Postinstitutionalized children's development: Growth, cognitive, and language outcomes

Michelle M. Loman, Kristen L. Wiik, Kristin A. Frenn, Seth D. Pollak, Megan R. Gunnar

Research output: Contribution to journalArticlepeer-review

106 Scopus citations


Objective: Children adopted internationally from institutions are a growing population presenting to professional care providers. Although postinstitutionalized (PI) children are adopted from multiple world regions, current knowledge is predominantly based on those adopted from Romania and Eastern European countries. This study examines and compares developmental outcomes of PI children adopted from multiple world regions. Method: Five to 11 years after adoption, 8- through 11-year-old PI children (N = 91), children internationally adopted early from foster care (N = 109), and nonadopted children (N = 69) completed screening measures assessing vision, hearing, growth, and cognitive and language abilities. Parents completed questionnaires on service utilization, school performance, preadoptive history, and postadoption environment. Results: Forty-four percent of PI children's growth was stunted (height <10th percentile) at adoption. At assessment, although physically smaller, nearly all PI children had average growth parameters. Relative to nonadopted children and children adopted early from foster care, PI children performed more poorly on cognitive and language screens with increased time in institution related to lower performance. Notably, group means on these measures were within the average range. PI children were more likely to be falling behind academically and to use intervention services. Family environment did not differ between PI and nonadopted children. There were few differences for PI children by world region of adoption once accounting for duration of institutionalization. Conclusions: Despite currently living in similar environments, PI children have specific needs that differ from early-adopted and nonadopted children. Consideration of multiple factors, including length of institutionalization, is essential when providing care for these children.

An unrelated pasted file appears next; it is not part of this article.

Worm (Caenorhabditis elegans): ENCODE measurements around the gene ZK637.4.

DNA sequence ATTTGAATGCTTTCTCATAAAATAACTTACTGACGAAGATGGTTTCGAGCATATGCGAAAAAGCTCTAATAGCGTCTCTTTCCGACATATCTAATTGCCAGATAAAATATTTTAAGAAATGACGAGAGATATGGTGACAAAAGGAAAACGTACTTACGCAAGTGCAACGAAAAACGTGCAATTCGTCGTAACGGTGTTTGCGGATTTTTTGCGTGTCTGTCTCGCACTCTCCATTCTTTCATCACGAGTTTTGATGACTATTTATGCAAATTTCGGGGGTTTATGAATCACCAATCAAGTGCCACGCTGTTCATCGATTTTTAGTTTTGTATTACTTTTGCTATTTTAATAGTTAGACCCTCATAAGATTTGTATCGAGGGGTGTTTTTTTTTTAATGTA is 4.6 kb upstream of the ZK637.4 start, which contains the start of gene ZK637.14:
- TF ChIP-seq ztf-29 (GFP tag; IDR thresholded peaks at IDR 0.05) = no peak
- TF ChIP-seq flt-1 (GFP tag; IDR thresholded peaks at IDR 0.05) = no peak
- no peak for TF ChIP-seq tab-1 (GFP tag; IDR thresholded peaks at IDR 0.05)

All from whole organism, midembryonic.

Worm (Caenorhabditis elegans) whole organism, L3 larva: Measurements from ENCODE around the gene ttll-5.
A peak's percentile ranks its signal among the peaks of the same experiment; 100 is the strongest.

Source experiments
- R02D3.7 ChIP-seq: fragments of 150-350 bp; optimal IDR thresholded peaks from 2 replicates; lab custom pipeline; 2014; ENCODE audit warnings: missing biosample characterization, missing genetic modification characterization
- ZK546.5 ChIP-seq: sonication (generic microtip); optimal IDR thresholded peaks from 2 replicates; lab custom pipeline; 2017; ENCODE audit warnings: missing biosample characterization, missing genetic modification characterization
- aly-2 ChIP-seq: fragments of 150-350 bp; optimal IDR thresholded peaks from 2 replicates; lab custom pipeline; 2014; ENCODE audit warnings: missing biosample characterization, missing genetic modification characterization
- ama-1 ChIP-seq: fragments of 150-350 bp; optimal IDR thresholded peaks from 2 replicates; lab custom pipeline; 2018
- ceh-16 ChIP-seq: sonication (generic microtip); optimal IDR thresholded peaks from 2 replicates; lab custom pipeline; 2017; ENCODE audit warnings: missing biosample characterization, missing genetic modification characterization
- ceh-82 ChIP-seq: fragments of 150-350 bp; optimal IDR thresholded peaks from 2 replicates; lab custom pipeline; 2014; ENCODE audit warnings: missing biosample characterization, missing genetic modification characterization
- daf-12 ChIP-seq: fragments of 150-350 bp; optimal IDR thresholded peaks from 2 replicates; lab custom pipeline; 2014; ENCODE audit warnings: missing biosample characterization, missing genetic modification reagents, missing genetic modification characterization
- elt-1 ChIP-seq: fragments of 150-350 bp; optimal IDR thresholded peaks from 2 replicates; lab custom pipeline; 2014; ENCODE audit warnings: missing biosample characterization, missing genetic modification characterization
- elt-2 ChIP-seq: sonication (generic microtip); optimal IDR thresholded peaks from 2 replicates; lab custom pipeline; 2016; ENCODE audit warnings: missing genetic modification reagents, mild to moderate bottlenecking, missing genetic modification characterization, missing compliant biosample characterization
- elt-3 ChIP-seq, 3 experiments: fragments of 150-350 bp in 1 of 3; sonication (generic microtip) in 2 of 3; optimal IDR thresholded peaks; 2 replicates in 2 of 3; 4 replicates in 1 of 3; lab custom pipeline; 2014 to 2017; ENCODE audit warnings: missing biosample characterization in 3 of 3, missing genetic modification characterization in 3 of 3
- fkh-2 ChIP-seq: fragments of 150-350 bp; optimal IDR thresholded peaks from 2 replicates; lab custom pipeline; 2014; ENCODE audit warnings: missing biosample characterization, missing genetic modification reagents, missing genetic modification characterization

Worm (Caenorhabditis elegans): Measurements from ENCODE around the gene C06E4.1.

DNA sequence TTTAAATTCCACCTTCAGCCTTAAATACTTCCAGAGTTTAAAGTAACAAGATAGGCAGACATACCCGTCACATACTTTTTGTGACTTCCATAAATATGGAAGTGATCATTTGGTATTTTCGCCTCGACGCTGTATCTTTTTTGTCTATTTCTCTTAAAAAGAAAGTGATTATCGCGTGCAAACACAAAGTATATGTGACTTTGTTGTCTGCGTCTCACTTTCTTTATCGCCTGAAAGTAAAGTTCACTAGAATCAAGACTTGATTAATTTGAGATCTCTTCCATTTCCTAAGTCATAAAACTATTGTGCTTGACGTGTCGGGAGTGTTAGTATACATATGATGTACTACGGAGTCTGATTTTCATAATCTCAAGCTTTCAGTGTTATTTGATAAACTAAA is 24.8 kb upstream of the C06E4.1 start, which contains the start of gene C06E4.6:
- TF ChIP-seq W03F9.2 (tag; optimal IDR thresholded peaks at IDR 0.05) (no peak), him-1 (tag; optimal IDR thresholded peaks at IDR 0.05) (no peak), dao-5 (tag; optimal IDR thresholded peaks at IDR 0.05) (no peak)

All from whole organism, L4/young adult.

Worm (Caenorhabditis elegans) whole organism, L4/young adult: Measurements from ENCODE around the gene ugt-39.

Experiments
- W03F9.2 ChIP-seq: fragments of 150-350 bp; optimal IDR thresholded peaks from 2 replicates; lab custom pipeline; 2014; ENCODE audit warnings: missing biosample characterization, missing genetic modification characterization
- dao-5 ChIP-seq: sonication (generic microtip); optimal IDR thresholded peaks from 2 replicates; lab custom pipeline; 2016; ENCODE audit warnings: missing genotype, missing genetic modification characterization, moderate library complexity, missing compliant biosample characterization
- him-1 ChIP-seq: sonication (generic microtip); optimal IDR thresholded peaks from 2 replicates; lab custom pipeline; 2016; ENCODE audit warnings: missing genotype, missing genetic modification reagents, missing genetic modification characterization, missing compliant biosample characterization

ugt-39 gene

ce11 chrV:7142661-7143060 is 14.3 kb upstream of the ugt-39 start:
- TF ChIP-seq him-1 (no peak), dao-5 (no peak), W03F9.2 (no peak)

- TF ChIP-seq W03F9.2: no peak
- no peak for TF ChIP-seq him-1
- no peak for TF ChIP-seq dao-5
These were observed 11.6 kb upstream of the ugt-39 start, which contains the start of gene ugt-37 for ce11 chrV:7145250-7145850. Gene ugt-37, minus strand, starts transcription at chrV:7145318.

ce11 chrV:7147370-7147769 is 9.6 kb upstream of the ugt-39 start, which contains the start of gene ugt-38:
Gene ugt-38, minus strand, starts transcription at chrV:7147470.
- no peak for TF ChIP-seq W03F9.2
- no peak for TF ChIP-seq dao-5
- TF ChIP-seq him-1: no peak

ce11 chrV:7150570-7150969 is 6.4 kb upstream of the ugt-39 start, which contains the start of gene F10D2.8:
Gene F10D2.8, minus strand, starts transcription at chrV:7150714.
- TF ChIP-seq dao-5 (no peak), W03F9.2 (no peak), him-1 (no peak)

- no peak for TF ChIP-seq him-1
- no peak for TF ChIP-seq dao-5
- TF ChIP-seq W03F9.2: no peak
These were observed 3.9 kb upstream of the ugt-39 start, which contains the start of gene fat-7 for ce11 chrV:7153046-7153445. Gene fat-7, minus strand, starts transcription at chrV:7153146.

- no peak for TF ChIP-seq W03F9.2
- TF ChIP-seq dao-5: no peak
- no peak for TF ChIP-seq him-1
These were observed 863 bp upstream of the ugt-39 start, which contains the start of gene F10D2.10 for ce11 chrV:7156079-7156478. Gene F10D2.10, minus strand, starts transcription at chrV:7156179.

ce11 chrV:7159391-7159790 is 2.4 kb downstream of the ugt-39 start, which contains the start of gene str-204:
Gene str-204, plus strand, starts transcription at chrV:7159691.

Original languageEnglish (US)
Pages (from-to)426-434
Number of pages9
JournalJournal of Developmental and Behavioral Pediatrics
Issue number5
StatePublished - Oct 2009


  • Early deprivation
  • Institutional care
  • International adoption
  • Physical growth
  • School performance


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